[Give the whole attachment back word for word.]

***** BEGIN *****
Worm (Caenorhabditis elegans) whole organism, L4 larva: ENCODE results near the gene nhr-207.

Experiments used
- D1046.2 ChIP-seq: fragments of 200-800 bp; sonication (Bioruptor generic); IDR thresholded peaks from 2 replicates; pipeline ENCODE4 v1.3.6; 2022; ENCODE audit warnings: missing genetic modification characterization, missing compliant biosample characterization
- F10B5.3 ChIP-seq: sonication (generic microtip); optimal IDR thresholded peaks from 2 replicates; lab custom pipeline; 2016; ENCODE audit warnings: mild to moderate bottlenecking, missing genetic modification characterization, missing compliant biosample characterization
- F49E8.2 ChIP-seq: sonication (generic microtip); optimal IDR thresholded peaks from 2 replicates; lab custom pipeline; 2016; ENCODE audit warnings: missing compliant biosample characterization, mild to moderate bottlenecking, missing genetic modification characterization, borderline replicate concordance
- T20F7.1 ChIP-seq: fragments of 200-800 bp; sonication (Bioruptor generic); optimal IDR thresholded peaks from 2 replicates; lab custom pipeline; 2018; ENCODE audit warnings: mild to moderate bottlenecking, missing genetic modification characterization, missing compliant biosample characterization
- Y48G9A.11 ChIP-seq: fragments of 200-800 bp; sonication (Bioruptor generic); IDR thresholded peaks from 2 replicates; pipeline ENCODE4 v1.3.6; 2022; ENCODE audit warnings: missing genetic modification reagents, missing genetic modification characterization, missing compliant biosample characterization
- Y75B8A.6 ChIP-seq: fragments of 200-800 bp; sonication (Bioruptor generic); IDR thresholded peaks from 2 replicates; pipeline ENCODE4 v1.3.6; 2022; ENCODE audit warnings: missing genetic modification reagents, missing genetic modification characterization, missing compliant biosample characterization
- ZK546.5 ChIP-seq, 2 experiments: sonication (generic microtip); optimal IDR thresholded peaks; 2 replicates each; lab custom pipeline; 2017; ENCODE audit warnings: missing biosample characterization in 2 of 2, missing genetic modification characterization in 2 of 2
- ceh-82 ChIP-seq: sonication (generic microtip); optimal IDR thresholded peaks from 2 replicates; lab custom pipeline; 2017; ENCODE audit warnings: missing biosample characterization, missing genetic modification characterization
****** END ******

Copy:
Worm (Caenorhabditis elegans) whole organism, L4 larva: ENCODE results near the gene nhr-207.

Experiments used
- D1046.2 ChIP-seq: fragments of 200-800 bp; sonication (Bioruptor generic); IDR thresholded peaks from 2 replicates; pipeline ENCODE4 v1.3.6; 2022; ENCODE audit warnings: missing genetic modification characterization, missing compliant biosample characterization
- F10B5.3 ChIP-seq: sonication (generic microtip); optimal IDR thresholded peaks from 2 replicates; lab custom pipeline; 2016; ENCODE audit warnings: mild to moderate bottlenecking, missing genetic modification characterization, missing compliant biosample characterization
- F49E8.2 ChIP-seq: sonication (generic microtip); optimal IDR thresholded peaks from 2 replicates; lab custom pipeline; 2016; ENCODE audit warnings: missing compliant biosample characterization, mild to moderate bottlenecking, missing genetic modification characterization, borderline replicate concordance
- T20F7.1 ChIP-seq: fragments of 200-800 bp; sonication (Bioruptor generic); optimal IDR thresholded peaks from 2 replicates; lab custom pipeline; 2018; ENCODE audit warnings: mild to moderate bottlenecking, missing genetic modification characterization, missing compliant biosample characterization
- Y48G9A.11 ChIP-seq: fragments of 200-800 bp; sonication (Bioruptor generic); IDR thresholded peaks from 2 replicates; pipeline ENCODE4 v1.3.6; 2022; ENCODE audit warnings: missing genetic modification reagents, missing genetic modification characterization, missing compliant biosample characterization
- Y75B8A.6 ChIP-seq: fragments of 200-800 bp; sonication (Bioruptor generic); IDR thresholded peaks from 2 replicates; pipeline ENCODE4 v1.3.6; 2022; ENCODE audit warnings: missing genetic modification reagents, missing genetic modification characterization, missing compliant biosample characterization
- ZK546.5 ChIP-seq, 2 experiments: sonication (generic microtip); optimal IDR thresholded peaks; 2 replicates each; lab custom pipeline; 2017; ENCODE audit warnings: missing biosample characterization in 2 of 2, missing genetic modification characterization in 2 of 2
- ceh-82 ChIP-seq: sonication (generic microtip); optimal IDR thresholded peaks from 2 replicates; lab custom pipeline; 2017; ENCODE audit warnings: missing biosample characterization, missing genetic modification characterization